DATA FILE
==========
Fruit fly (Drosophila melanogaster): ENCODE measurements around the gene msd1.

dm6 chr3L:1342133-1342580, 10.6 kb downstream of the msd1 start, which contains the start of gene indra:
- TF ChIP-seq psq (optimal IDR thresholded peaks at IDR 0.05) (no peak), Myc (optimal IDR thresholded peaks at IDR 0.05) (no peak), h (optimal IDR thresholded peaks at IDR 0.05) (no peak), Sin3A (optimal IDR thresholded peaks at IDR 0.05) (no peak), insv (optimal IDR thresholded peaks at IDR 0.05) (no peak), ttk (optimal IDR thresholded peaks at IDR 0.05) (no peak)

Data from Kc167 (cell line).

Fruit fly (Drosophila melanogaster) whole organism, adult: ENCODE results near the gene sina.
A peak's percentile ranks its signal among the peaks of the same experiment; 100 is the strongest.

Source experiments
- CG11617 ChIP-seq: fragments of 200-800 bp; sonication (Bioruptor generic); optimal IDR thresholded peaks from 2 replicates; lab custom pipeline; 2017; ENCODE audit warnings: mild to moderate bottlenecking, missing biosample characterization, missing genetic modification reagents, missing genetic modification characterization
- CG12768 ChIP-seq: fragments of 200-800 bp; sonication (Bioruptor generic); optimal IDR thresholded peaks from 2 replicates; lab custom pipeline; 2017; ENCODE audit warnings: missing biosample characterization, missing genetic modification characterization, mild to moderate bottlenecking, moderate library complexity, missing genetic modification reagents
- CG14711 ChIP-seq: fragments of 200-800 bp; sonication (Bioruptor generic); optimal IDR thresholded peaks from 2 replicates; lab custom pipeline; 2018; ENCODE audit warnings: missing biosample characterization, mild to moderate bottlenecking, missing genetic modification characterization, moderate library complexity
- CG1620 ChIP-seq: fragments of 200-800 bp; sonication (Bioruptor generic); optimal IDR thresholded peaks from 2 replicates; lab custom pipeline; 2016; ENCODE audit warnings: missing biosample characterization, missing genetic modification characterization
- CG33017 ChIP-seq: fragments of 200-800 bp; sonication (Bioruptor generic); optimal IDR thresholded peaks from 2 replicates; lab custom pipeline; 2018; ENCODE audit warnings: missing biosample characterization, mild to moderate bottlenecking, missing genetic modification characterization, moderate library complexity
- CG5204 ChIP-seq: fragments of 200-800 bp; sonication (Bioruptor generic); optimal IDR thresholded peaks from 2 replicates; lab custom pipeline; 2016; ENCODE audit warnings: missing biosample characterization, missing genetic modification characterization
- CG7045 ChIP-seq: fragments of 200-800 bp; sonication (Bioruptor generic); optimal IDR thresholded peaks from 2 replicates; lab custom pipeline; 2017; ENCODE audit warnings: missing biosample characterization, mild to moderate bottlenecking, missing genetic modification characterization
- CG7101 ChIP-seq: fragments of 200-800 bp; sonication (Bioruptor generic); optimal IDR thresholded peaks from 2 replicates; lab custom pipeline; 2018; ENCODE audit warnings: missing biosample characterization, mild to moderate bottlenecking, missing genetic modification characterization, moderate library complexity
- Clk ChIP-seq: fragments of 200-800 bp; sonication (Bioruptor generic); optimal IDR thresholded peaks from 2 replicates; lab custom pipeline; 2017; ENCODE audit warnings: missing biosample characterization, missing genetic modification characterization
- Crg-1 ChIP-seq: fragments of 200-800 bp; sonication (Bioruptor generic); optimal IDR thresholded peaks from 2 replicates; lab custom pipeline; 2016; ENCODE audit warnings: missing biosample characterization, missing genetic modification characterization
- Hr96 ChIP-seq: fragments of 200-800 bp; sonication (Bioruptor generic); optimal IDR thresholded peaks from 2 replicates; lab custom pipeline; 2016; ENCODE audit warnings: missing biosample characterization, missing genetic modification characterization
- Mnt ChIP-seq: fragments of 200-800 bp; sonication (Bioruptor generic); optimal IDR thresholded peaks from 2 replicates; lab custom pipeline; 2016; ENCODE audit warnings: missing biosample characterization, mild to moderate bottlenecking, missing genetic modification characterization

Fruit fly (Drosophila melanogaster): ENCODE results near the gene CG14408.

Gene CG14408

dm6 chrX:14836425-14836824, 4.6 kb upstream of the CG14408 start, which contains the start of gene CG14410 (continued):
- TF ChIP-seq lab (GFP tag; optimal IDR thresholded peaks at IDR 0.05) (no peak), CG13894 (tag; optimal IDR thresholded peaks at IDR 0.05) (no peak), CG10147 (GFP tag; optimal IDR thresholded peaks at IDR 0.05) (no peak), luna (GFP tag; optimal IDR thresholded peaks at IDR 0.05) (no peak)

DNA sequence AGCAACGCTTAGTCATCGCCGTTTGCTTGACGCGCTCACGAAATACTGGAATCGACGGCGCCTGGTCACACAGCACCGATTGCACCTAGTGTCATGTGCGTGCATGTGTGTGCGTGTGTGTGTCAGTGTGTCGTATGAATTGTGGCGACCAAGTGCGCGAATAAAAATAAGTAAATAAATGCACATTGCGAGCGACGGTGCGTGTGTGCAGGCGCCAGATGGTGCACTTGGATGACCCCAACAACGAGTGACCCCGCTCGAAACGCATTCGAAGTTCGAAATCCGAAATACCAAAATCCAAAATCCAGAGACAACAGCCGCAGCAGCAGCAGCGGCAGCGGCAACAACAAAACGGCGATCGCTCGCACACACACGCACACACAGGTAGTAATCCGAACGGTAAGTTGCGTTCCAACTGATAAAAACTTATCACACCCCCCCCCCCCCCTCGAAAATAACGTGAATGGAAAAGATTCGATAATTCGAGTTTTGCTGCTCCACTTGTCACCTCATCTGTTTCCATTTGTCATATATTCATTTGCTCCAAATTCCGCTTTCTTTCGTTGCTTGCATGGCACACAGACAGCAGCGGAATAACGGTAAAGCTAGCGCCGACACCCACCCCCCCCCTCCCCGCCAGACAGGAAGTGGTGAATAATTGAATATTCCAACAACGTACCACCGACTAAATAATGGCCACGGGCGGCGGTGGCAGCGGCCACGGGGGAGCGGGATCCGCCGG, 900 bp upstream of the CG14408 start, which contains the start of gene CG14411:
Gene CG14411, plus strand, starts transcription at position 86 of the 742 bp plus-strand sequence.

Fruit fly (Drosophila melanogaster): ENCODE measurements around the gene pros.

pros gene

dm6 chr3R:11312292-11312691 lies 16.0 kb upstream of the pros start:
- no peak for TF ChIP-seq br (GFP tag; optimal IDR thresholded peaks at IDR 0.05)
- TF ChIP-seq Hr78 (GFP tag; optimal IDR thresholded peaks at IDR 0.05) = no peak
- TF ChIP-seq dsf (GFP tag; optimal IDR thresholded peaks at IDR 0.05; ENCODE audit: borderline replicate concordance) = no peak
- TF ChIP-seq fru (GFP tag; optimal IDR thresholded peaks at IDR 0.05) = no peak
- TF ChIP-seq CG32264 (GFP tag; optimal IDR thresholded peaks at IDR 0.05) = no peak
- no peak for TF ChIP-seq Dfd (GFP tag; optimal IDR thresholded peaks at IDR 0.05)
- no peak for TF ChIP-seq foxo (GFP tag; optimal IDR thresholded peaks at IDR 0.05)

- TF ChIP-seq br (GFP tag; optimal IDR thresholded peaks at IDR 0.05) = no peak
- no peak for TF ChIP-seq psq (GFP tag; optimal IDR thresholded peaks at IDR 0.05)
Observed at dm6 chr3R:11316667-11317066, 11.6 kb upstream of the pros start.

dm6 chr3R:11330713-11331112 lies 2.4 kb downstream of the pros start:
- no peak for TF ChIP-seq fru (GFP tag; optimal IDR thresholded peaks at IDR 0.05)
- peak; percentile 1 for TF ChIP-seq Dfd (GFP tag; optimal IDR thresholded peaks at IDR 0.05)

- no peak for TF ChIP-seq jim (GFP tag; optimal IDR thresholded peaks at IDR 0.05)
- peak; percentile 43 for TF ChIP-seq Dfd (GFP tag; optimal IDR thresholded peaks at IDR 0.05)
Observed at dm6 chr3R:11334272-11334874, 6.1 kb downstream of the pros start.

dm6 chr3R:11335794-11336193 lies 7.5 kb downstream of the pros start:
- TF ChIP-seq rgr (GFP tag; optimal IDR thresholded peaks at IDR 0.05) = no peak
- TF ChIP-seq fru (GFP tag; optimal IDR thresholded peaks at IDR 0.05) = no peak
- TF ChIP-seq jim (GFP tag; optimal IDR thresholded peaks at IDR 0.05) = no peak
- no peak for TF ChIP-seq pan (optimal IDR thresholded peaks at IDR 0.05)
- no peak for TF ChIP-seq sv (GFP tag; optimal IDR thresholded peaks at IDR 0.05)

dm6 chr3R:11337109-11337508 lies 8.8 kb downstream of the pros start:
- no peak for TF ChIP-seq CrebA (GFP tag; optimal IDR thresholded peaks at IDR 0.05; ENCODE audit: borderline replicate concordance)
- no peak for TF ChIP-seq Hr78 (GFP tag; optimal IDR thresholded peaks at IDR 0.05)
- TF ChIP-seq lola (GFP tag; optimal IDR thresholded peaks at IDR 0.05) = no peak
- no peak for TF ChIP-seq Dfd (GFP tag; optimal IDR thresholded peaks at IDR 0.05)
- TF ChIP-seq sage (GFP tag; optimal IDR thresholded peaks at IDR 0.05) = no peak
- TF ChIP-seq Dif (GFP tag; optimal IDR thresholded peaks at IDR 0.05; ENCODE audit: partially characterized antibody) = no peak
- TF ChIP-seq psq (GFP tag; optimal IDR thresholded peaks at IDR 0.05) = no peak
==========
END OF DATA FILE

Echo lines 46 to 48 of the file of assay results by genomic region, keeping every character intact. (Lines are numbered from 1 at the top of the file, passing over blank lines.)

- TF ChIP-seq rgr (GFP tag; optimal IDR thresholded peaks at IDR 0.05) = no peak
- TF ChIP-seq fru (GFP tag; optimal IDR thresholded peaks at IDR 0.05) = no peak
- TF ChIP-seq jim (GFP tag; optimal IDR thresholded peaks at IDR 0.05) = no peak